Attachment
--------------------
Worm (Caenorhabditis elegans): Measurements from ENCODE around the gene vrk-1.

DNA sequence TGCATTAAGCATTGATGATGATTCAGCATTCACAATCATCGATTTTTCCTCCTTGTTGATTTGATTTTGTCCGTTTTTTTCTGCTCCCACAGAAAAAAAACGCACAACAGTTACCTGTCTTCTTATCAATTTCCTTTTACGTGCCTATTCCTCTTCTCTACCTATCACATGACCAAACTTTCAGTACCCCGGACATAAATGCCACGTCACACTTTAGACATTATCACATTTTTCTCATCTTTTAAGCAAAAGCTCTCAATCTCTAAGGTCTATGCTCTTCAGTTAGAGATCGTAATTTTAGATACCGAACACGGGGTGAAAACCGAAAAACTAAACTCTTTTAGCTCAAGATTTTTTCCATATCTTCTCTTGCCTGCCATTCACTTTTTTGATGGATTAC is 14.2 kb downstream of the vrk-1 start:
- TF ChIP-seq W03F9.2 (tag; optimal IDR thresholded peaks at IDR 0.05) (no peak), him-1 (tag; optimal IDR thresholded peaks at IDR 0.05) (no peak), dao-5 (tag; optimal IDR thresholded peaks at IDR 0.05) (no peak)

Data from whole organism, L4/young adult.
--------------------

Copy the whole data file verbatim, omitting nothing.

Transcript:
Worm (Caenorhabditis elegans): Measurements from ENCODE around the gene vrk-1.

DNA sequence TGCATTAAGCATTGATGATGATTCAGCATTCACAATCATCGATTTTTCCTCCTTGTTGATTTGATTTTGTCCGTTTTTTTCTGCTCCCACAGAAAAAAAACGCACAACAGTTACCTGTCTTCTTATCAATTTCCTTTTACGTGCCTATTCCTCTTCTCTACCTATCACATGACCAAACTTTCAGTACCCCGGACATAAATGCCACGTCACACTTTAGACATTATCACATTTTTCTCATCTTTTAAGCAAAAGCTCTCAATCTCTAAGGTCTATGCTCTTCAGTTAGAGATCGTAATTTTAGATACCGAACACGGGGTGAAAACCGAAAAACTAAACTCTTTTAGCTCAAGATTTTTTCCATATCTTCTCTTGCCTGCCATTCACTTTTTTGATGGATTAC is 14.2 kb downstream of the vrk-1 start:
- TF ChIP-seq W03F9.2 (tag; optimal IDR thresholded peaks at IDR 0.05) (no peak), him-1 (tag; optimal IDR thresholded peaks at IDR 0.05) (no peak), dao-5 (tag; optimal IDR thresholded peaks at IDR 0.05) (no peak)

Data from whole organism, L4/young adult.